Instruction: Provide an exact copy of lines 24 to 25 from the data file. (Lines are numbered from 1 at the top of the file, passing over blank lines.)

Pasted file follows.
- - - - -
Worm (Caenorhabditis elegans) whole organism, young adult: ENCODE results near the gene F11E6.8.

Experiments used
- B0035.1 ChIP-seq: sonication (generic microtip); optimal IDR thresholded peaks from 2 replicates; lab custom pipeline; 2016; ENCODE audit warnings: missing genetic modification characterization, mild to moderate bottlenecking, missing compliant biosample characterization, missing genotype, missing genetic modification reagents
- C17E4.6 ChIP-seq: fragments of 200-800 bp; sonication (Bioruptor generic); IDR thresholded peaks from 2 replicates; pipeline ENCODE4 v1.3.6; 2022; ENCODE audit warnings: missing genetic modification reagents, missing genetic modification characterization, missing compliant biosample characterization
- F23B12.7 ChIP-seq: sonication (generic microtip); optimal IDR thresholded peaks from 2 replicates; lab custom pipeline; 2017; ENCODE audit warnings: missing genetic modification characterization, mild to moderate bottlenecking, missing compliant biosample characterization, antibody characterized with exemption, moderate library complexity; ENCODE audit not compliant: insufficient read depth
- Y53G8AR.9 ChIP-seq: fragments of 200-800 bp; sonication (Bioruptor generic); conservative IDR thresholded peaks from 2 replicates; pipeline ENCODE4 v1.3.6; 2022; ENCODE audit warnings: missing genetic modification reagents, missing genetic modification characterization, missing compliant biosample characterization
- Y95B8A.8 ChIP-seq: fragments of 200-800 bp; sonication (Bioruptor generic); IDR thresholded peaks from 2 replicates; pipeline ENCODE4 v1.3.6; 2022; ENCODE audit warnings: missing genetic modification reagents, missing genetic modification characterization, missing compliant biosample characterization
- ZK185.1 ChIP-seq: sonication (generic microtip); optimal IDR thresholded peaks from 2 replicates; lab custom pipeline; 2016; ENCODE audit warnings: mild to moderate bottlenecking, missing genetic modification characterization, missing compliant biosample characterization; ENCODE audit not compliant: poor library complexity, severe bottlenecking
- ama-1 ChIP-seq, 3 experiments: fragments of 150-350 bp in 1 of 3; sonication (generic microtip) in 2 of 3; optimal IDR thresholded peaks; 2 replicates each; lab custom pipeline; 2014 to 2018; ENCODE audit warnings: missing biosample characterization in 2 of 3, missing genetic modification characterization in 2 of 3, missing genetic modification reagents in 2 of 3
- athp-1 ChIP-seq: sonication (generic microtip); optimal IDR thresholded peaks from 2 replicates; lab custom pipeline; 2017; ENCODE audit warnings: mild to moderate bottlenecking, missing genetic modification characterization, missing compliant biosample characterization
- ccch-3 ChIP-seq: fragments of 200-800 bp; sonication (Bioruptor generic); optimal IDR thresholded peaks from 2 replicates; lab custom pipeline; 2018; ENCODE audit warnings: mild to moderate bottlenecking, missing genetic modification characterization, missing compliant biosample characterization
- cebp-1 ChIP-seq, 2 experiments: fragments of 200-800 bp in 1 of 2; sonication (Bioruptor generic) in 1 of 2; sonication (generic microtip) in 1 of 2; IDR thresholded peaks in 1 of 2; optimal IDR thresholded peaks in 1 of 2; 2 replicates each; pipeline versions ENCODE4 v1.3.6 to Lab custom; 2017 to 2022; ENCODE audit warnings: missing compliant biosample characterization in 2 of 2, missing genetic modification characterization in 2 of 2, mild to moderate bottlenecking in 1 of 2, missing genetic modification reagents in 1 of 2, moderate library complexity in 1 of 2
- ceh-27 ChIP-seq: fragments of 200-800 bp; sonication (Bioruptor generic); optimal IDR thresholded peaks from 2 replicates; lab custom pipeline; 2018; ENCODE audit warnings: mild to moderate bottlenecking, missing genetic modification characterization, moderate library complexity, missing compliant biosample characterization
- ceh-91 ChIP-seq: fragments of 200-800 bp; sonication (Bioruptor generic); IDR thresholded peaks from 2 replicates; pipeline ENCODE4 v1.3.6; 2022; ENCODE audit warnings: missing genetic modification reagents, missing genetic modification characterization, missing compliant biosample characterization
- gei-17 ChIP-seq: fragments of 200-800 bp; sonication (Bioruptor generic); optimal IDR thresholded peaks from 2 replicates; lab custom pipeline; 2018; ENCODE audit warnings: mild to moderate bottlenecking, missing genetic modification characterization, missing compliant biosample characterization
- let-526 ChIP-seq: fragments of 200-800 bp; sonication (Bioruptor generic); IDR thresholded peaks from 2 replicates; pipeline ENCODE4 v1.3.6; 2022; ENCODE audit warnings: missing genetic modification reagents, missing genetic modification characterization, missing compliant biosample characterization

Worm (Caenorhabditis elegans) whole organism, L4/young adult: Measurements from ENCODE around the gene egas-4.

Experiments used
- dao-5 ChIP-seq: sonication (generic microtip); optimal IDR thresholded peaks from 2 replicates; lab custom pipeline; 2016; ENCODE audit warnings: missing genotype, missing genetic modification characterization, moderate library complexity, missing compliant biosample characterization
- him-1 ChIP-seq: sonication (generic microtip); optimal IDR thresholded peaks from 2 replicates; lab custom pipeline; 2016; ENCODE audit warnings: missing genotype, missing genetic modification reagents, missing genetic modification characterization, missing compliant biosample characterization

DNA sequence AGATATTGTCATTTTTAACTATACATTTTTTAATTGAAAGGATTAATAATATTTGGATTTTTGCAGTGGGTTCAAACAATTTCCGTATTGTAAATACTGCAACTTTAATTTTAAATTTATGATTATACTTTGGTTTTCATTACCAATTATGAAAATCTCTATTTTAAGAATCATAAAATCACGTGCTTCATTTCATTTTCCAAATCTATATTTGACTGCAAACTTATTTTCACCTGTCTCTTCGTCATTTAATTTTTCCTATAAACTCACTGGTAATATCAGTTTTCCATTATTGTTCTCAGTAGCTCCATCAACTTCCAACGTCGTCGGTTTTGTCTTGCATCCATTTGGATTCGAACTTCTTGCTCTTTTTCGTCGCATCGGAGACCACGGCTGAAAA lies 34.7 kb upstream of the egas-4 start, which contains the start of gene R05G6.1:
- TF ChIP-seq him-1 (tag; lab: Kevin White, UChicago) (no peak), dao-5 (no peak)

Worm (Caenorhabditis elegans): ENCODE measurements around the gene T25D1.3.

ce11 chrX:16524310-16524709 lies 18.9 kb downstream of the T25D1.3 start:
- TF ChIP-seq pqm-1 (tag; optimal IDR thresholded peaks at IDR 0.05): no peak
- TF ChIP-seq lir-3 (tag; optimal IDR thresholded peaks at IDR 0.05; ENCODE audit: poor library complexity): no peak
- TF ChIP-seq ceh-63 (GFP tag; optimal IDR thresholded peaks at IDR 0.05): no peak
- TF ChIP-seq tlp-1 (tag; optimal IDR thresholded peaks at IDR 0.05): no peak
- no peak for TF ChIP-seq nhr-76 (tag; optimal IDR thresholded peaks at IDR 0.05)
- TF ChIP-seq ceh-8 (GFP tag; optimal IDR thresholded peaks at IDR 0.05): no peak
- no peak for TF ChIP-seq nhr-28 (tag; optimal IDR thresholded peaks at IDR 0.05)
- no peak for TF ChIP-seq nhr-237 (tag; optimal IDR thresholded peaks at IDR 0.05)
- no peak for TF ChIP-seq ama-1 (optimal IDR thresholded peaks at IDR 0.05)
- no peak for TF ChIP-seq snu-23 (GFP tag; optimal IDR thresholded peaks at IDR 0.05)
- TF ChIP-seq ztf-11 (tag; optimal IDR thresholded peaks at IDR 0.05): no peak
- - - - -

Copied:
ce11 chrX:16524310-16524709 lies 18.9 kb downstream of the T25D1.3 start:
- TF ChIP-seq pqm-1 (tag; optimal IDR thresholded peaks at IDR 0.05): no peak